Stretching north from the Arabian Sea, the plains of Pakistan culminate into the lush valleys of Dir, Swat and Kaghan. Beyond them, lie the great northern valleys of Chitral, Gilgit, Hunza and Baltistan. Separating the two river systems which drain from these valleys is the Hindu Raj range, a chain of mountains which forms one of the sharpest cultural boundaries in the world: the cultural line between Central and Northern Asia. Still further north, the Karakoram and Hindu Kush ranges shape the western extension of the Himalayas.
Tough and sparsely populated, Pakistan’s northern valleys exhibit the diversity one would expect of a boundary area. In the east, Baltistan shows an affinity with Tibet; in fact, its language is a dialect of archaic Tibetan and many remnants of Tibetan culture can still be observed, In the Gilgit region, Shina broushiki and Wakhi is the dominant language. Gilgit’s most prominent contribution to the area seems to be the Gilgiti cap worn throughout most of northern Pakistan. To the north, legendary Hunza confirms its reputation as one of the world’s great mountain communities. Its Language – Burushaki – seems unrelated to any other and its origins remain a mystery. Like Chitral to the west, Hunza manifests its age-old-contact with Central Asia, the consequence of lying abreast of the Caravan routes that spread south from the all-important passes. Within the borders of Chitral are the Kafir valleys of Birir, Rambur and Bomburet. In a nation that is almost entirely Muslim, the Kafir are unique; they are Pagans (Kafir means infidel) with their own very original beliefs, customs and art forms.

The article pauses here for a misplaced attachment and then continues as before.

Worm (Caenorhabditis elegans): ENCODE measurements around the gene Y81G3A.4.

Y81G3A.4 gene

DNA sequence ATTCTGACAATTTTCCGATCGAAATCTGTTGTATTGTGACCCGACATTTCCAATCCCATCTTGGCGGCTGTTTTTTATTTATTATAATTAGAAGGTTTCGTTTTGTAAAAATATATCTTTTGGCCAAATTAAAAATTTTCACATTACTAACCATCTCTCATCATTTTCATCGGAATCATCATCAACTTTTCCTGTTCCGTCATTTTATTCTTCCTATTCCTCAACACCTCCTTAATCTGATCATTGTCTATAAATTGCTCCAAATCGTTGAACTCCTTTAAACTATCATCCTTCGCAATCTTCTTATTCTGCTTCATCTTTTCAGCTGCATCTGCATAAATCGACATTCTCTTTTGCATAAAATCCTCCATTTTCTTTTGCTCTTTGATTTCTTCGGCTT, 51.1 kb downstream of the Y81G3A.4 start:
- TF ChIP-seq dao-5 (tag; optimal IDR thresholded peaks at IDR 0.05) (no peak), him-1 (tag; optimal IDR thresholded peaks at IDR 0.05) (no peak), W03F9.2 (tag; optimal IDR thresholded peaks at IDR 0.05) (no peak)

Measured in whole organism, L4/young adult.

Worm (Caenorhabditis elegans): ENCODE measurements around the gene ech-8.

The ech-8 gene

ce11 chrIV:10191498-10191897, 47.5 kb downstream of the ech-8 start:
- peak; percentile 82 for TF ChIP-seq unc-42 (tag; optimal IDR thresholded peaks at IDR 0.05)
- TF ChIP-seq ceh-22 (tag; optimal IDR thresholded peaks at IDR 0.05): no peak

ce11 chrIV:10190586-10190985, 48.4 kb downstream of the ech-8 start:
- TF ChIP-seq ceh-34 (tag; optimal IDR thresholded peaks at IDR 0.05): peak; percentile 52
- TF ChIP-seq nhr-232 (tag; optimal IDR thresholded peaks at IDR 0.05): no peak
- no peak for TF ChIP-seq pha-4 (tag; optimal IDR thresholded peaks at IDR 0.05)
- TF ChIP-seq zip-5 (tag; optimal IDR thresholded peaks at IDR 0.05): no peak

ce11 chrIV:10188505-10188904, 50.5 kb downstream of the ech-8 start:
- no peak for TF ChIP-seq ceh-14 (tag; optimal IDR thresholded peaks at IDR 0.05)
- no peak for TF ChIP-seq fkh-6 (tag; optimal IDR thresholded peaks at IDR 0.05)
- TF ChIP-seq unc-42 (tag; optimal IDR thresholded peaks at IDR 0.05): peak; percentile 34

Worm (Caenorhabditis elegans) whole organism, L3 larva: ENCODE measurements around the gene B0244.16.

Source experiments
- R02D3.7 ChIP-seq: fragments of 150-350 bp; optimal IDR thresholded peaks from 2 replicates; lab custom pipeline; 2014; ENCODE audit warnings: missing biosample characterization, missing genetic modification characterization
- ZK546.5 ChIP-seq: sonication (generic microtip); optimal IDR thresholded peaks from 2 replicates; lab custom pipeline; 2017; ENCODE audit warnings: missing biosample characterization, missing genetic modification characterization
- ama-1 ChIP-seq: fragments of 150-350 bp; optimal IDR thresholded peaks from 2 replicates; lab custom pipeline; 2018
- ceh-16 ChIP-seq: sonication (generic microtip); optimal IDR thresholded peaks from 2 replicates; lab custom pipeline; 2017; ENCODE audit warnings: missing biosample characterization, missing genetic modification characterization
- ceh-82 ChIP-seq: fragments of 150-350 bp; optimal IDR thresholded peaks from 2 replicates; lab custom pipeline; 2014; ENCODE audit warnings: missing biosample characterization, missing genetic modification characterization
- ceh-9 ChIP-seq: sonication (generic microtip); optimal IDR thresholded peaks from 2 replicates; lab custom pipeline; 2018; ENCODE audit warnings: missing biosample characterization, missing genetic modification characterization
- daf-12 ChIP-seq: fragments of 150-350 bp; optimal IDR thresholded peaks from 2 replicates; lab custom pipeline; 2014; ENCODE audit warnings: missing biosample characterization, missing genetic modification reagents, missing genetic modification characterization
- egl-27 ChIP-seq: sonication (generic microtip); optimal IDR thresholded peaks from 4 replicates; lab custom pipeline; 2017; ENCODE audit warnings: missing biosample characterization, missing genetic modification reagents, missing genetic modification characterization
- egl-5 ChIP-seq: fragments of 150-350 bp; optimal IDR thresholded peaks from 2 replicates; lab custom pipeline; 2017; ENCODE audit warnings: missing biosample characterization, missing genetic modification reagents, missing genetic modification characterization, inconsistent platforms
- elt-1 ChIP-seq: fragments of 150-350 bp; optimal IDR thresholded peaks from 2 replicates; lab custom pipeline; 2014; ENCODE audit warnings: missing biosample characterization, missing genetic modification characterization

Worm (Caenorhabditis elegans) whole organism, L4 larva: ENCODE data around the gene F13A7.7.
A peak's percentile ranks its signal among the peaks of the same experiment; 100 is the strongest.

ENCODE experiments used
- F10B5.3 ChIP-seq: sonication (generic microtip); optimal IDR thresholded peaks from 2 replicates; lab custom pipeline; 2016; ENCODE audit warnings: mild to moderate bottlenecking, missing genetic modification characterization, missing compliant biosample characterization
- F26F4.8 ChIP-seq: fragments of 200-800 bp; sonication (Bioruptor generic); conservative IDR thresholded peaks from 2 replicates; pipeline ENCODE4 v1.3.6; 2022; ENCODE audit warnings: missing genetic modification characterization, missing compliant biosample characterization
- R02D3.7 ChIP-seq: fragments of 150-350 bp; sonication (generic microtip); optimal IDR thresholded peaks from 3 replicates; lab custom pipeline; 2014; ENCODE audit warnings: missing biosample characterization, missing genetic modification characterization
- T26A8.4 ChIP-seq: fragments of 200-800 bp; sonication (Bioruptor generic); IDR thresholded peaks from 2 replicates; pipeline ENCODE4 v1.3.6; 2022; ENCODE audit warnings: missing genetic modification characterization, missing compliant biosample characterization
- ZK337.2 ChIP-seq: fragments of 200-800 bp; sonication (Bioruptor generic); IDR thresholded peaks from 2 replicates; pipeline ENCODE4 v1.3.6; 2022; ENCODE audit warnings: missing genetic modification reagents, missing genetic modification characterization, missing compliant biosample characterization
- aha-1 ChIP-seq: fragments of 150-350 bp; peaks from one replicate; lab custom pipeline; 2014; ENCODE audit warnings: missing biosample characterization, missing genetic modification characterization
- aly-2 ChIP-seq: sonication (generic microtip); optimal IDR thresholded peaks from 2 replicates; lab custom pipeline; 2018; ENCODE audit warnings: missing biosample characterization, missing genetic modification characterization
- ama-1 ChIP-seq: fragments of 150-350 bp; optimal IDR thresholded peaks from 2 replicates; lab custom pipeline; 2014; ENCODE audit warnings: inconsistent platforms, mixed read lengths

The land of these northern valleys is best described as mountainous. During winter, heavy snow separate the valleys from the rest of the world for six months. In the summer, temperatures over 100 degrees are common. In Skardu, one is immediately struck by the juxtaposition of sand dunes and show-capped peak.
Trekking in Pakistan
Pakistan is a paradise for trekkers. Most of the trekking routes lies in the northern mountains of the Hindukush, the Karakorams and the Himalayas. For most of the treks, trekking season is between May to October. The Ministry of Tourism, Government of Pakistan, has defined trekking as walking below 6000 m. It has designated three zones for trekking; open, restricted and closed. Foreigners may trek anywhere in open zone without a permit or services of a licensed mountain guide. For trekking in restricted zone, foreigners must pay a fee of US$ 20 per person per trek to obtain a trekking permit from the Ministry of Tourism, Govt. of Pakistan Islamabad. It also requires to hire a licensed mountain guide; buy a personal accident insurance policy for the guide and the porters and to attend mandatory briefing and de-briefing at the Ministry of Tourism, on the beginning and end of the trekking trip. No trekking is allowed in closed zones which are the areas near Pakistan-Afghanistan border and near the Line of Control with Indian-held Kashmir.
Day Activities Night
01 Arrival at Islamabad. Hotel
02 Departure for Chilas through KKH. Hotel
03 Departure for Gilgit through KKH. Hotel
04 Drive to Karimabad-Hunza. Hotel
05 Free Day at Hunza for site seeing. Hotel
06 Drive to Passu. Camp
07 Treks to Shimshal Village. Camp
08 Free day in Shimshal for site seeing. Camp
09 Treks to Pastforzin. Camp
10 Treks to Harbab Puerian. Camp
11 Treks to Shuwerth via Shimshal Pass. Camp
12 Free day at Shuwerth for excursions. Camp
13 Trek back to Harbab Puerian. Camp
14 Treks to Mai Dur. Camp
15 Treks to Shapodin Pass. Camp
16 Treks to Shimshal Village. Camp
17 Drive to Gilgit. Hotel
18 Drive to Besham. Hotel
19 Drive to Islamabad or Explore the twin city. Hotel
20 Departure from Pakistan.